Like the Christ child himself, Atticus Finch was born on Christmas. It was 1956, and Nelle Harper Lee would not be heading home to Alabama for the holidays. She couldn’t get time off from her job as an airline reservationist, so she spent Christmas with her closest friends in New York, Michael and Joy Brown and their two boys. Nelle had shared with the Browns the short stories that she wrote in the little free time that she had—humorous, heartwarming tales of small town southern life that reminded Michael of his own childhood growing up in east Texas. He liked them so much that he recommended Nelle to his agents, Maurice Crain and Annie Laurie Williams, a husband-and-wife team who ran one of the most successful agencies in New York.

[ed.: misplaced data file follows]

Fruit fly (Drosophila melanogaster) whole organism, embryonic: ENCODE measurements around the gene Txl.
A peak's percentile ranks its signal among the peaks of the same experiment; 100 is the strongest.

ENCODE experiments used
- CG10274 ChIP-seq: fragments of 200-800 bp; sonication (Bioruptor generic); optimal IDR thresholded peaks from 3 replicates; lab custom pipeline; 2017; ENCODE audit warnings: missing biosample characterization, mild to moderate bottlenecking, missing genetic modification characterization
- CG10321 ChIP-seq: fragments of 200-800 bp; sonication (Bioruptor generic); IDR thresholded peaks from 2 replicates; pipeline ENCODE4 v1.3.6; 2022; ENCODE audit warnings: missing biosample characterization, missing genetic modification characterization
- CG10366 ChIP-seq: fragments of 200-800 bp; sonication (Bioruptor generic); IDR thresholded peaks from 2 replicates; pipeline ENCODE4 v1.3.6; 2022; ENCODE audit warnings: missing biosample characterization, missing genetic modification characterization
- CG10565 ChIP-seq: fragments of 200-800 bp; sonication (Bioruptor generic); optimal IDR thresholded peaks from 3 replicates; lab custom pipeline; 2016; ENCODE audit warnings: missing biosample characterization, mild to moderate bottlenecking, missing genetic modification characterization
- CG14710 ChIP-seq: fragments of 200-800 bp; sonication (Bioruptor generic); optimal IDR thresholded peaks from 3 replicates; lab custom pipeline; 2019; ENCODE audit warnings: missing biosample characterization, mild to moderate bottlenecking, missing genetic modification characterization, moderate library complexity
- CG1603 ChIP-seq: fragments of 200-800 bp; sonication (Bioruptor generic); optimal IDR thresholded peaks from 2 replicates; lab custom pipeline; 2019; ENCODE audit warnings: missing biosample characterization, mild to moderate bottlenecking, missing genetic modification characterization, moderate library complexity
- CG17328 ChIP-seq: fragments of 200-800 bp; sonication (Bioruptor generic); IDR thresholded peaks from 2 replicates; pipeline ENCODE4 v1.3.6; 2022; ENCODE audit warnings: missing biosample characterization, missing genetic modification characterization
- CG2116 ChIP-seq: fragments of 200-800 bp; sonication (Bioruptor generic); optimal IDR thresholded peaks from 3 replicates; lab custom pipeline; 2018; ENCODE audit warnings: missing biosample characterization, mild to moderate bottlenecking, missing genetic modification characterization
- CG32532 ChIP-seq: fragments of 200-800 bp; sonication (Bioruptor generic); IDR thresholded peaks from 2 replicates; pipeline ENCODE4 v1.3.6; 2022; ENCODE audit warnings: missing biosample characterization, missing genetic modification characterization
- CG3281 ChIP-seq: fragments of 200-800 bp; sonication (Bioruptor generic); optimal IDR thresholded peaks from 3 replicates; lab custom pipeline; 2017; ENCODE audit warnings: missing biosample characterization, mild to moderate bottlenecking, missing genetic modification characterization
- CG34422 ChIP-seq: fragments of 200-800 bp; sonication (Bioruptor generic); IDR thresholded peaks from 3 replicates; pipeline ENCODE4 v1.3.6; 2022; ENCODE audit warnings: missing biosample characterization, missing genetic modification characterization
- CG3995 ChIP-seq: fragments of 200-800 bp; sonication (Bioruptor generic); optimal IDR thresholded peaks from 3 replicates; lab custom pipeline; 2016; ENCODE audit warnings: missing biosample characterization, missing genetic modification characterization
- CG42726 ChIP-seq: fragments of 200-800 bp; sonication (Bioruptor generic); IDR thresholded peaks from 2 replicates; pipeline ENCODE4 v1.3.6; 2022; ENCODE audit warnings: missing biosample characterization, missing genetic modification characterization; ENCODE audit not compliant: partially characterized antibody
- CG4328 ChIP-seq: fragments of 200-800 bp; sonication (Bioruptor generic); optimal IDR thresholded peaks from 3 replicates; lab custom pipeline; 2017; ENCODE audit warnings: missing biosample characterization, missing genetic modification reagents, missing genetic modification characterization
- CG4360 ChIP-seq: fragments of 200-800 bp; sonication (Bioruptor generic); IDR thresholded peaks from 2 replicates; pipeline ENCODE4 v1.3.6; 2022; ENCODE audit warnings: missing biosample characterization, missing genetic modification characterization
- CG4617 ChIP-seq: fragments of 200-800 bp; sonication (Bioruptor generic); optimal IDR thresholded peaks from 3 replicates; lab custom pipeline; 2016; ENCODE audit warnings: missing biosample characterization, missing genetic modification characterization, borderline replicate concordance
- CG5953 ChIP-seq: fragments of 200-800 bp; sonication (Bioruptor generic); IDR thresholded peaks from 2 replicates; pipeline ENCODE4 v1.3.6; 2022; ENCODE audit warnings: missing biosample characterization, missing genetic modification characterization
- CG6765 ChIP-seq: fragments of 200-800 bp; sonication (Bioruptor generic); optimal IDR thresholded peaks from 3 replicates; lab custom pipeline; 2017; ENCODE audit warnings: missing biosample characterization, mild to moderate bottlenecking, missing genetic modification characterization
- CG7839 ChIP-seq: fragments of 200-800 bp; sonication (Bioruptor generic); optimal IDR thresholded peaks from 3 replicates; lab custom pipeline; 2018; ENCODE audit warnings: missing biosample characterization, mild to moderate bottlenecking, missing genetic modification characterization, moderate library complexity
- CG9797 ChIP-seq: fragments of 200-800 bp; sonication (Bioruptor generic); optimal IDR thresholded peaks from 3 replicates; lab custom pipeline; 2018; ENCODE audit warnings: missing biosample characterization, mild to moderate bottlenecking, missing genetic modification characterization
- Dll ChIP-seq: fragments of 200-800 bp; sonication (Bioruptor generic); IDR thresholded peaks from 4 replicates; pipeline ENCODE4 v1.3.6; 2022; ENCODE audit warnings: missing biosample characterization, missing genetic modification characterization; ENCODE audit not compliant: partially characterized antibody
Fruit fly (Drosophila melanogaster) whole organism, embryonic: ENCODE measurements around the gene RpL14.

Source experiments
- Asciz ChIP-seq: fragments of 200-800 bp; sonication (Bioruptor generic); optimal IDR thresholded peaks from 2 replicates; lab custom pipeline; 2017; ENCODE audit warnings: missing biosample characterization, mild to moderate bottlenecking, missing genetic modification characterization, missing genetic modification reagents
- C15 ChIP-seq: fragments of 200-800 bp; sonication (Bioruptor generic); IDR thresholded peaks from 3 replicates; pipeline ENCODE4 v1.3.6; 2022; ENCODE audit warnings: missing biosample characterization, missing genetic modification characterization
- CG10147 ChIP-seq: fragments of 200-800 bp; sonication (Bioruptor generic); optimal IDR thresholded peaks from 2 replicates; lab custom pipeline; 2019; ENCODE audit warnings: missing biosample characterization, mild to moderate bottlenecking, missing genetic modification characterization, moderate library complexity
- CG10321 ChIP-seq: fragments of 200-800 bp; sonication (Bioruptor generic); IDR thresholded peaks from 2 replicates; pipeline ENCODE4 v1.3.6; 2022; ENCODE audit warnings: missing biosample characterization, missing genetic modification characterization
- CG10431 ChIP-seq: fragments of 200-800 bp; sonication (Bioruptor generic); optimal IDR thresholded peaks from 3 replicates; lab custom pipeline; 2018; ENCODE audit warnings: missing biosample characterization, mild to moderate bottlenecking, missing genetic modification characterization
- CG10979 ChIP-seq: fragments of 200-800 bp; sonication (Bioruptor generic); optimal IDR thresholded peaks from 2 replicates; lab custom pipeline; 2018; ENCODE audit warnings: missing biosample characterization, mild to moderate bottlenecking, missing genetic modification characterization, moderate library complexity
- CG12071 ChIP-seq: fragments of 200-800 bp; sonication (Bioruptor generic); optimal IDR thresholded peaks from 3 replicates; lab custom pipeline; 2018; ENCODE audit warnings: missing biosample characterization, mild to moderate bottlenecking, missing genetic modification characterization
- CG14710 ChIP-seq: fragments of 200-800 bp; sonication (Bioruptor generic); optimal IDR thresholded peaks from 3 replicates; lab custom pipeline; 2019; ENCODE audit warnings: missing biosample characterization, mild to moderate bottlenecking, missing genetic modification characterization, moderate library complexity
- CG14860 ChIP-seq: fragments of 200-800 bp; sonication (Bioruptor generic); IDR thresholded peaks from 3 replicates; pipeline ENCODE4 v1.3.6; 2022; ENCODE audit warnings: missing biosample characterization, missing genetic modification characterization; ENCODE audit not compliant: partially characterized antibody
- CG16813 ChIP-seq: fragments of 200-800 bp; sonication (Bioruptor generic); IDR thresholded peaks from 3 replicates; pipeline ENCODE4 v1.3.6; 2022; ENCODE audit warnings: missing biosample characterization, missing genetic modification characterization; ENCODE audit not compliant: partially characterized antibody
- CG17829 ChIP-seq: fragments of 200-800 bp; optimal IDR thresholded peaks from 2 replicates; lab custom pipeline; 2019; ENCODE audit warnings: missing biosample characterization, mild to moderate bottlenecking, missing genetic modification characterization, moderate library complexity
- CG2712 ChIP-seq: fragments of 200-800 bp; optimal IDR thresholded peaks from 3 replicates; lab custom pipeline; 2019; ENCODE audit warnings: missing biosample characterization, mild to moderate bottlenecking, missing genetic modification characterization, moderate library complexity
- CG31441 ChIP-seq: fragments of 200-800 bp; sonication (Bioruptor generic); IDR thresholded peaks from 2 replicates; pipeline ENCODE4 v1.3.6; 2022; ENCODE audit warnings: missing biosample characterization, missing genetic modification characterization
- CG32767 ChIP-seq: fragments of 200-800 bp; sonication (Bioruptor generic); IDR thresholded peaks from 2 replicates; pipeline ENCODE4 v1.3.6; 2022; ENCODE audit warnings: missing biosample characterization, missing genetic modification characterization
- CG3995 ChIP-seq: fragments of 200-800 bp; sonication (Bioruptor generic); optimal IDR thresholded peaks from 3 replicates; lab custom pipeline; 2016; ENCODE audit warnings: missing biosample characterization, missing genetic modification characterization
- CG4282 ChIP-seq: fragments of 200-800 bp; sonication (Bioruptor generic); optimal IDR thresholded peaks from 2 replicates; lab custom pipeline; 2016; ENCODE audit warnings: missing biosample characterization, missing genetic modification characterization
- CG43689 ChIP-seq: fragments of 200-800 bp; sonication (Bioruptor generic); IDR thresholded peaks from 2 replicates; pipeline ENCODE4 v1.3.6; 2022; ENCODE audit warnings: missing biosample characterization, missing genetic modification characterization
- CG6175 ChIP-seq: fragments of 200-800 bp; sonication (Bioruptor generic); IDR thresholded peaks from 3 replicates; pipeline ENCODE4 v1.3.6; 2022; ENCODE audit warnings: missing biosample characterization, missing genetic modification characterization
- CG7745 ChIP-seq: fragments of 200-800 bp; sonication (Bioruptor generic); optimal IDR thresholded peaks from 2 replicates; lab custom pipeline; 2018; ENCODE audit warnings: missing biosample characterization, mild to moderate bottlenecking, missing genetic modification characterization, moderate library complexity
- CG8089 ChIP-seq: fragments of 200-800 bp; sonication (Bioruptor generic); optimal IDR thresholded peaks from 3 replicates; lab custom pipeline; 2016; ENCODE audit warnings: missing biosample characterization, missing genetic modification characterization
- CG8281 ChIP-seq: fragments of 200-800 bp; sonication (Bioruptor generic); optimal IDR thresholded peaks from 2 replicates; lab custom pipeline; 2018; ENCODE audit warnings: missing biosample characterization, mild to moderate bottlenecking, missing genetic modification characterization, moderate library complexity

Crain read Nelle’s stories and saw real promise in them. But he thought that she should write a novel, which would be easier to sell. It was good advice, but no simple thing to do, not with her airline job, which she needed to make ends meet. Around this same time, Michael experienced a windfall from a musical comedy special that he had sold. That’s when he and Joy had an idea. On Christmas morning, they put an envelope on the tree marked “Nelle.” Inside was a note: “You have one year off from your job to write whatever you please. Merry Christmas.”
Stunned, Nelle responded with a litany of objections. Were they crazy? It was too much money. What if the children got sick? As the Browns batted down each one, it dawned on her that this wasn’t an act of generosity, it was an act of love. Emboldened by their “fearless optimism,” Lee was determined to honor the faith that her friends had shown in her. ... [mehr] https://lithub.com/how-a-christmas-present-gave-harper-lee-the-time-to-write-to-kill-a-mockinbird/